- individual investors will need new ways to participate in the financing of private companies
- regulatory regimes will likely need to be updated in order to provide some of the same protections to private investors as are enjoyed by public investors today, even if those protections take slightly different form
It will be interesting to see if the courts and agencies can solve the regulatory question in a way that retains some differentiation between the public and private equity markets, while at the same time broadening access to the private markets so that more people can participate. It’s possible that a third class of company will need to arise. I’ll save any speculations on that for a later post, but I’m interested to see what happens and hear what people think.
I can’t subscribe to the view — put forth in a recent Business Insider piece on startup valuations — that the Y Combinator program is driving startup valuations higher across the board. And in fact, the article strikes me as a fairly shallow take on the issue. It collects a mess of unattributed quotes (as well as quotes from one or two attributable sources), and does very little of the due diligence you’d hope to get out of a journalist with a calculator and/or a Google spreadsheet to hand. Math aside, it completely fails to take any kind of close look at the startup market itself, and instead slavishly regurgitates the (again: overwhelmingly unattributed) quotes that the reporter has collected.
If you take a little time to assess the market, a different picture emerges. Continue reading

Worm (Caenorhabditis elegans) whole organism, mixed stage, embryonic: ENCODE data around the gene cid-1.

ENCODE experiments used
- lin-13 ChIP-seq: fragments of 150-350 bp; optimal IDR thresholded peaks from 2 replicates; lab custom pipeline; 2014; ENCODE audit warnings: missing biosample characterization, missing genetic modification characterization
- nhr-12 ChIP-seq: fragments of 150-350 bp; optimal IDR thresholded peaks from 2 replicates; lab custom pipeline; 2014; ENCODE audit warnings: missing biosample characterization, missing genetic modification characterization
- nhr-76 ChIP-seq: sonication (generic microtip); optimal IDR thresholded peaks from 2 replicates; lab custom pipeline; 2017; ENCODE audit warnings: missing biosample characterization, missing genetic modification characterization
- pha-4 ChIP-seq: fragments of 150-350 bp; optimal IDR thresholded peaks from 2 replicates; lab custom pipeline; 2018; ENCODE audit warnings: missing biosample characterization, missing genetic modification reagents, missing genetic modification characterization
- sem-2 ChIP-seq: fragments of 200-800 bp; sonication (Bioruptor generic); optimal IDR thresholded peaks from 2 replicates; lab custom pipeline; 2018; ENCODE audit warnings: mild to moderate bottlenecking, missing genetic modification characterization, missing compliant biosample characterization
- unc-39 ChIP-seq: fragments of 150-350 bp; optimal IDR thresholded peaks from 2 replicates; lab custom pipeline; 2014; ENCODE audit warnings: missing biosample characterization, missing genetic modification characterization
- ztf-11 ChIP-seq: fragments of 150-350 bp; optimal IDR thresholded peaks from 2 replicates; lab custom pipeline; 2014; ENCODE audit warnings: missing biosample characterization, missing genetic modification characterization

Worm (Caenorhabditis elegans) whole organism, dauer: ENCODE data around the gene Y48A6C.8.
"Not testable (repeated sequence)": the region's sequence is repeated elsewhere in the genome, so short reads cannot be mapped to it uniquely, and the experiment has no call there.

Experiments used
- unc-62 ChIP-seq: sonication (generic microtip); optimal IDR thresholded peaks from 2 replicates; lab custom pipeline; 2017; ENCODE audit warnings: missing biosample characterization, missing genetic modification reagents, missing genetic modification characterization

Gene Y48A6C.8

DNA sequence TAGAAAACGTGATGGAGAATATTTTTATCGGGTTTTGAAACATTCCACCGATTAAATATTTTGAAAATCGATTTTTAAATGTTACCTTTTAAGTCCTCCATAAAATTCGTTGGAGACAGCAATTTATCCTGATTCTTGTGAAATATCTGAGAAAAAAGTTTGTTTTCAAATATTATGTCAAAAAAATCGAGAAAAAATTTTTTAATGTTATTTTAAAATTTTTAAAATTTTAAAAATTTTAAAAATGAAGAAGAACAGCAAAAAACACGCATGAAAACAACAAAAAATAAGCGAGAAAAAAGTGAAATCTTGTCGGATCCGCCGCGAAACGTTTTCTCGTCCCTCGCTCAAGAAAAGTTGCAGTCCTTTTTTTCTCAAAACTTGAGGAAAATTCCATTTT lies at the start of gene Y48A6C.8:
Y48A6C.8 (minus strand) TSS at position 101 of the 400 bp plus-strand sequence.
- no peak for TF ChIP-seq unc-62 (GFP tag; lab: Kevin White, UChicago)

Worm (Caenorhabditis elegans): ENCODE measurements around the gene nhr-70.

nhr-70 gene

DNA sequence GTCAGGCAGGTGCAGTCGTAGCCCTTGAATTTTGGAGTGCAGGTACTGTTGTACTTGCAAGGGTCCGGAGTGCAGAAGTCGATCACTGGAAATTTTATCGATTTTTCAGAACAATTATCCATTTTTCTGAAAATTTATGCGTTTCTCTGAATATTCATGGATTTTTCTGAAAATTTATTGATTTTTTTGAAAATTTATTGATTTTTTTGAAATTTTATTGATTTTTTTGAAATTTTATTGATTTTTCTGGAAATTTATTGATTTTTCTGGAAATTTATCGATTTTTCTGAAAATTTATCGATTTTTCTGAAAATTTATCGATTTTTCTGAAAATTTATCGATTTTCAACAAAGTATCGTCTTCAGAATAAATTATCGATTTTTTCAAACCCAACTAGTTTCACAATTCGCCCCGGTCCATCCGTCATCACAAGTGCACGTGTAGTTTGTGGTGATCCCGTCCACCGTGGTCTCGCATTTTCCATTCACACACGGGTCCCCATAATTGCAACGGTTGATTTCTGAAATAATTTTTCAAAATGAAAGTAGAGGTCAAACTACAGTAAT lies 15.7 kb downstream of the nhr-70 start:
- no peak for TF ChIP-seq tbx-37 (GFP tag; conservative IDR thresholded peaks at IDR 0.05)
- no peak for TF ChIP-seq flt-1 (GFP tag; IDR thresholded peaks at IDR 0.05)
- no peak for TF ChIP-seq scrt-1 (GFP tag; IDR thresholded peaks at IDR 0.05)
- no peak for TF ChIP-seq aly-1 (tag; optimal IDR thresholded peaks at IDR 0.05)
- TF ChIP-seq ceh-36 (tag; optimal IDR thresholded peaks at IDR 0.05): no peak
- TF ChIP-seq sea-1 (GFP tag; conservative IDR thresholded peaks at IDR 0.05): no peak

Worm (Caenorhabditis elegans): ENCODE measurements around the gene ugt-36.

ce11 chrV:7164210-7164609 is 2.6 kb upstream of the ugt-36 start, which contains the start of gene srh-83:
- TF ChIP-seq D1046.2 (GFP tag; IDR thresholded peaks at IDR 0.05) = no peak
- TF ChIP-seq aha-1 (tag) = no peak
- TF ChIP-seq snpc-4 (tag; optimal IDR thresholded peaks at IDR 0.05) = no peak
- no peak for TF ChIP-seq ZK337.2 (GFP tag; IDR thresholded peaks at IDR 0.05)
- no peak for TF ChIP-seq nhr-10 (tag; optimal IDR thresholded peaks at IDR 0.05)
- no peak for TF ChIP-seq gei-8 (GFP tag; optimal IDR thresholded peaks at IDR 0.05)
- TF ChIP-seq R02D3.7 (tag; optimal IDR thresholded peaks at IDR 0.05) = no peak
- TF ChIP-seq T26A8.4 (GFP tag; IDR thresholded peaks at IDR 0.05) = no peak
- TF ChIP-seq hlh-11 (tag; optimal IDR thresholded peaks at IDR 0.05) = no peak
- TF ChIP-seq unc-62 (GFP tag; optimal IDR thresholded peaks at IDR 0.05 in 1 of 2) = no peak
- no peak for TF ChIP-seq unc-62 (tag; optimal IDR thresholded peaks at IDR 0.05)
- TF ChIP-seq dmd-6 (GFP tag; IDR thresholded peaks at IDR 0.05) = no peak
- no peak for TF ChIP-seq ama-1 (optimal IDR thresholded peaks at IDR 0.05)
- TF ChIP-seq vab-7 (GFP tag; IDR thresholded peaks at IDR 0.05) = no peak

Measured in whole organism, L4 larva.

A young entrepreneur I met recently asked me how to think about advisory boards and I ended up writing him a long email, which forms the basis of this post.
The biggest value-add I can impart here is a piece of advice that was passed along to me by an associate at the VC firm that funded my first startup, and it’s this: define success for each of your advisory relationships. Don’t just sign someone up as an advisor and then start leaving them messages asking what they think of the latest site design. Instead, be very specific about the kind and amount of assistance you want to get from this person, and then hold them to it. This entails some personnel management on your part, but it’s the best way to know you’re getting your equity’s worth from them. Advisors don’t get a very big slice of the pie, but as an entrepreneur, any slice is a big slice, so you want to know you’re getting an appropriate amount of value out of the relationship in return.
So define what success is in each case. From one person, you might expect to get an hour-long conference call every month in which you can seek feedback on the latest site design. From another, you might expect a steady flow of meetings with potential investors (one a month? one a week? depends in part on where you are in your funding cycle). Or you might have an advisor you’ve recruited because they’re well connected to engineering managers, so your criteria for success here is, help us land our Director of Engineering within the next three months. Continue reading